This study forms part of a program to develop a micro-electro-mechanical systems (MEMS) scale turbomachinery based vacuum pump and investigates the roughing portion of such a system. Such a machine would have many radial stages with the exhaust stages operating near atmospheric conditions while the inlet stages operate at near vacuum conditions. In low vacuum such as those to the inlet of a roughing pump, the flow can still be treated as a continuum; however, the no-slip boundary condition is not accurate. The Knudsen number becomes a dominant nondimensional parameter in these machines due to their small size and low pressures. As the Knudsen number increases, slip-flow becomes present at the walls. The study begins with a basic overview on implementing the slip wall boundary condition in a commercial code by specifying the wall shear stress based on the mean-free-path of the gas molecules. This is validated against an available micro-Poiseuille classical solution at Knudsen numbers between 0.001 and 0.1 with reasonable agreement found. The method of specifying the wall shear stress is then applied to a generic MEMS scale roughing pump stage that consists of two stators and a rotor operating at a nominal absolute pressure of 500 Pa. The zero flow case was simulated in all cases as the pump down time for these machines is small due to the small volume being evacuated. Initial transient two-dimensional (2D) simulations are used to evaluate three boundary conditions, classical no-slip, specified-shear, and slip-flow. It is found that the stage pressure rise increased as the flow began to slip at the walls. In addition, it was found that at lower pressures the pure slip boundary condition resulted in very similar predictions to the specified-shear simulations. As the specified-shear simulations are computationally expensive it is reasonable to use slip-flow boundary conditions. This approach was used to perform three-dimensional (3D) simulations of the stage. Again the stage pressure increased when slip-flow was present compared with the classical no-slip boundaries. A characteristic of MEMS scale turbomachinery are the large relative tip gaps requiring 3D simulations. A tip gap sensitivity study was performed and it was found that when no-slip boundaries were present the pressure ratio increased significantly with decreasing tip gap. When slip-flow boundaries were present, this relationship was far weaker.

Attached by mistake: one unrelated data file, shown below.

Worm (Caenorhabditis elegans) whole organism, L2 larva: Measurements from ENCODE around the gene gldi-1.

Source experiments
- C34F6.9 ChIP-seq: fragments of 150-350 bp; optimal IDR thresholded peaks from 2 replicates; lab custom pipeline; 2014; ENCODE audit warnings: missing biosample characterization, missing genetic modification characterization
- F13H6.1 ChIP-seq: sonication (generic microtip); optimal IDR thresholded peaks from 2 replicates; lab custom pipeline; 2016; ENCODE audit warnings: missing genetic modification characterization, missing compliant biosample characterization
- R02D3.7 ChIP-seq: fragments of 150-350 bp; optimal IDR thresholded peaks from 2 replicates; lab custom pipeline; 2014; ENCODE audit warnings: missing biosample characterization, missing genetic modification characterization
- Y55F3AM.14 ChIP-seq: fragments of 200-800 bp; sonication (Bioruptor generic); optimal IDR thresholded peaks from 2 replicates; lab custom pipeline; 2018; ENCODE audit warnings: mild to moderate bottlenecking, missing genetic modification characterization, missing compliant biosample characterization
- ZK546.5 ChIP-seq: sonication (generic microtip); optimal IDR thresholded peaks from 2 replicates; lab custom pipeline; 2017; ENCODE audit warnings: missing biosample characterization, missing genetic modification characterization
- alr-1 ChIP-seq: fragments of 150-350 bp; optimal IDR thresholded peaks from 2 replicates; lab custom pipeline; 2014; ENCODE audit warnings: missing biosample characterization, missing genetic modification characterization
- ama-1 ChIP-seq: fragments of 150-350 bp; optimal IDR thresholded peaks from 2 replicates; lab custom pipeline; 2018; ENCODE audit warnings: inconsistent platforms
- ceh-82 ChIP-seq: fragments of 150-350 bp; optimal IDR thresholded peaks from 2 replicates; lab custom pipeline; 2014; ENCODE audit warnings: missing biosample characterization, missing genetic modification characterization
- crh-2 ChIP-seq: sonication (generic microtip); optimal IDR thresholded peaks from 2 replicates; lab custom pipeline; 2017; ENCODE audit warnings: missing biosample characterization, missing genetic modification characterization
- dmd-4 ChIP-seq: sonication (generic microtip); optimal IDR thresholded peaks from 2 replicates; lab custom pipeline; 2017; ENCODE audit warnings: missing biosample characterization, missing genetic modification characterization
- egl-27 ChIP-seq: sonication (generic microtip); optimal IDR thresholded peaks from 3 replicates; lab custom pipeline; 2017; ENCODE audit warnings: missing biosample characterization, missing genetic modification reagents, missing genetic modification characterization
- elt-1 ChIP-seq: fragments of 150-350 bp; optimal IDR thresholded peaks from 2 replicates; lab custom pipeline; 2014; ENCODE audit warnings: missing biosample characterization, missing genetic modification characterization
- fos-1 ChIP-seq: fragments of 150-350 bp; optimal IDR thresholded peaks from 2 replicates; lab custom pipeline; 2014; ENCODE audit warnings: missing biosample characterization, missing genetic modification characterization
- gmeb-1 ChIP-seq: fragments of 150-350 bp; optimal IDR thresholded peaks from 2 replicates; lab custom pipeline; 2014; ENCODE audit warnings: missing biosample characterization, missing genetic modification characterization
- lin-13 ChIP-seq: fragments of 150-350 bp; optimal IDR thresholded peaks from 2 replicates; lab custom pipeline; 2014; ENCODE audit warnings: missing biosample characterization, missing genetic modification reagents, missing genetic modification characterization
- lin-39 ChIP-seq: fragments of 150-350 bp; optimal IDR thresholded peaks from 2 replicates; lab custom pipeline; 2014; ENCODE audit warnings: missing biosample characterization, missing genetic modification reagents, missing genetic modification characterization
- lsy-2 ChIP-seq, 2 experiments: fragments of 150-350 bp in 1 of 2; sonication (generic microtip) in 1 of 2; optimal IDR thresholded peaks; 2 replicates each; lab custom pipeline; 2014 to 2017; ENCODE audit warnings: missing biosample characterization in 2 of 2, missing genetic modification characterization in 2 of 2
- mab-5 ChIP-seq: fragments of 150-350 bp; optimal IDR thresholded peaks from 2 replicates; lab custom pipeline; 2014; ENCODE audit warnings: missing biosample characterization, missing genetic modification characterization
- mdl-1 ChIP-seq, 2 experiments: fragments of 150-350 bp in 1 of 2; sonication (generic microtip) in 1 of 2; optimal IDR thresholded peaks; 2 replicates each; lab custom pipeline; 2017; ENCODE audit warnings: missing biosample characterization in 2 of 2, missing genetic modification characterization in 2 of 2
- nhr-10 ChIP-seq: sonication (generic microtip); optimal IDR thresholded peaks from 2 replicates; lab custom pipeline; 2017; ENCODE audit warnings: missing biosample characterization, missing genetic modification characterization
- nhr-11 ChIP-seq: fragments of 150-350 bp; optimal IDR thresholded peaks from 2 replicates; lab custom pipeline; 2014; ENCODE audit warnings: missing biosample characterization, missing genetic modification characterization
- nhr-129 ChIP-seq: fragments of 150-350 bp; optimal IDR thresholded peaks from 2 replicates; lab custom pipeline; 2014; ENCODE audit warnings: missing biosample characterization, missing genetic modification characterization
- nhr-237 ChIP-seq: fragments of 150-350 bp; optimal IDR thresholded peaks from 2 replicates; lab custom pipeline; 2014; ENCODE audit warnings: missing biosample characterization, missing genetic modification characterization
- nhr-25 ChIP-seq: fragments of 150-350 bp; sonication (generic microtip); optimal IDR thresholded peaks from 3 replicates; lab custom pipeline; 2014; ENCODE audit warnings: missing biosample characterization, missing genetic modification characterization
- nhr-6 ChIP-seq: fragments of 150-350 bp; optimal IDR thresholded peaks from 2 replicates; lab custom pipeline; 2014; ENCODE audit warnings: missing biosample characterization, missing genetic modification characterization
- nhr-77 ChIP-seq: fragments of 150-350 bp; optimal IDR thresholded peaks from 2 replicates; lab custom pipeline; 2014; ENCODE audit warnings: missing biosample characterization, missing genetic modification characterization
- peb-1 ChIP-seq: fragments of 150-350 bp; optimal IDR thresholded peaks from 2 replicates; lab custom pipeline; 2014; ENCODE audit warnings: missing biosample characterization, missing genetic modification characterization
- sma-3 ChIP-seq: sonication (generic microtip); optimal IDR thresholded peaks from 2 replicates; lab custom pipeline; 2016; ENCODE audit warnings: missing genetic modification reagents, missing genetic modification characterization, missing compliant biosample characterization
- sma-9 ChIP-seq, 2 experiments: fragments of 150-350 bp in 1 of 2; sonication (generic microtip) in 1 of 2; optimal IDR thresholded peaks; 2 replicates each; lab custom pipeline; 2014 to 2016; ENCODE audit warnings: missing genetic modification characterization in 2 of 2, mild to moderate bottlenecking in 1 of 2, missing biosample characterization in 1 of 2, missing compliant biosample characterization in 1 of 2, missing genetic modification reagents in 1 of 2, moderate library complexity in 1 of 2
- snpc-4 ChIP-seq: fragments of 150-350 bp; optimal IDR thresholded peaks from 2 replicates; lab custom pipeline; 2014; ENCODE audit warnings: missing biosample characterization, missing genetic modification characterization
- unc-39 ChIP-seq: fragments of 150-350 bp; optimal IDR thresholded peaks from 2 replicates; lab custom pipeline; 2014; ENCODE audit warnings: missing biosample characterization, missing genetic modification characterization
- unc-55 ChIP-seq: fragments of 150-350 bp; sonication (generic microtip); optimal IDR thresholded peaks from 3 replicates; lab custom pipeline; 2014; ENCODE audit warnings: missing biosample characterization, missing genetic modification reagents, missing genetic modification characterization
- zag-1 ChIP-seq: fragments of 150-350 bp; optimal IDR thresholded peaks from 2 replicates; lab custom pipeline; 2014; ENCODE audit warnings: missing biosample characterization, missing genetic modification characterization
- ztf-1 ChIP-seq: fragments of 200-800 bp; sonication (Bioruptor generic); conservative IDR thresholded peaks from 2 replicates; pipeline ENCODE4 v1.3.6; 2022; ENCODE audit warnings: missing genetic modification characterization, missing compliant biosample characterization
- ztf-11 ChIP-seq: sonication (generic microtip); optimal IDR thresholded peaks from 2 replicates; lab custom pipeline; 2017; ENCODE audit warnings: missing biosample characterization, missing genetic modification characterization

J. Turbomach. 136, 101003 (2014) (14 pages);   Paper No: TURBO-13-1169;   doi:10.1115/1.4027967